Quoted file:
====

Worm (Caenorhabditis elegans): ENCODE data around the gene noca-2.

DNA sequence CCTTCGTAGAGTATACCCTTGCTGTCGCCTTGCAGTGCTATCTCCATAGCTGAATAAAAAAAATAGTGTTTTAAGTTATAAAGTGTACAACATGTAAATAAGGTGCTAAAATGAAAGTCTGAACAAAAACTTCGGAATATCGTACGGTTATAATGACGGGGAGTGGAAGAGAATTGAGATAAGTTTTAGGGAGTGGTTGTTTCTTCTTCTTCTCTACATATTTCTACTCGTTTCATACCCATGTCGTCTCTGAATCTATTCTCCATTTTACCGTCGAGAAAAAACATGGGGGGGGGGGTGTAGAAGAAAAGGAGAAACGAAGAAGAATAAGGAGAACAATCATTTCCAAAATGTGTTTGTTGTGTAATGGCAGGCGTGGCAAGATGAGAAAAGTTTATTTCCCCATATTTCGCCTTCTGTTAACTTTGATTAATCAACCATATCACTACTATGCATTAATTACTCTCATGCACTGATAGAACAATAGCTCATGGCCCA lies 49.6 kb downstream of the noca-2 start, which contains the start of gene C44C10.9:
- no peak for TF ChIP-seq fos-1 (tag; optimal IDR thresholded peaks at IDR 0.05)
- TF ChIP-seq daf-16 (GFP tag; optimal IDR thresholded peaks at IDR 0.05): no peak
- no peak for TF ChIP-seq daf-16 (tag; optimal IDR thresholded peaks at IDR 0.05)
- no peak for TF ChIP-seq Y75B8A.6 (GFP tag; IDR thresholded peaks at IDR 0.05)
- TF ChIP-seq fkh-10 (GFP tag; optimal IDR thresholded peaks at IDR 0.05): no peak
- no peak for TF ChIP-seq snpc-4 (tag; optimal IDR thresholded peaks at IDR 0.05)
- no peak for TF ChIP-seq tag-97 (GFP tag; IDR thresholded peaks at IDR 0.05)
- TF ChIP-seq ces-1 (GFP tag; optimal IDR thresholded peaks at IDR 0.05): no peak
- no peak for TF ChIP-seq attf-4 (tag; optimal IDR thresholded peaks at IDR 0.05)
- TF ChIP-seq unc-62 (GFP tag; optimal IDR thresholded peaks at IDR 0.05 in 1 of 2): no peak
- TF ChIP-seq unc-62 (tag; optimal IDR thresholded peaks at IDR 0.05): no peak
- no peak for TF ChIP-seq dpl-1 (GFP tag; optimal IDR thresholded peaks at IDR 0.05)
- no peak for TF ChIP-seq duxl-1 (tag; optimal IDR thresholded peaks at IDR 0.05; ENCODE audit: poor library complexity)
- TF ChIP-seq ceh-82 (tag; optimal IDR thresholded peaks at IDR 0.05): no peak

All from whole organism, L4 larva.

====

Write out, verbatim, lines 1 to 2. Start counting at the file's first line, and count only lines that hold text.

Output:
Worm (Caenorhabditis elegans): ENCODE data around the gene noca-2.

DNA sequence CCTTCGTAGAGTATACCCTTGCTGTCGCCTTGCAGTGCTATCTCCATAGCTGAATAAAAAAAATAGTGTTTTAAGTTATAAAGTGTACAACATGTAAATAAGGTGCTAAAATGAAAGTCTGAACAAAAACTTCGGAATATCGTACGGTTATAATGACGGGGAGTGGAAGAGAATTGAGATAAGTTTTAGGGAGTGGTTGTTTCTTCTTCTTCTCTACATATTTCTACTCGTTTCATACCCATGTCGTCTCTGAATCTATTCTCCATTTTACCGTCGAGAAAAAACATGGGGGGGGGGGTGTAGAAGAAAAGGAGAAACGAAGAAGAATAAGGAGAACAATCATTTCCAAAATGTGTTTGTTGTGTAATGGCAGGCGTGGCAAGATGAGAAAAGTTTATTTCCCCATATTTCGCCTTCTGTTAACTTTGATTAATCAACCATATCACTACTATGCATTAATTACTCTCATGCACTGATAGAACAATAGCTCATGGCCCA lies 49.6 kb downstream of the noca-2 start, which contains the start of gene C44C10.9: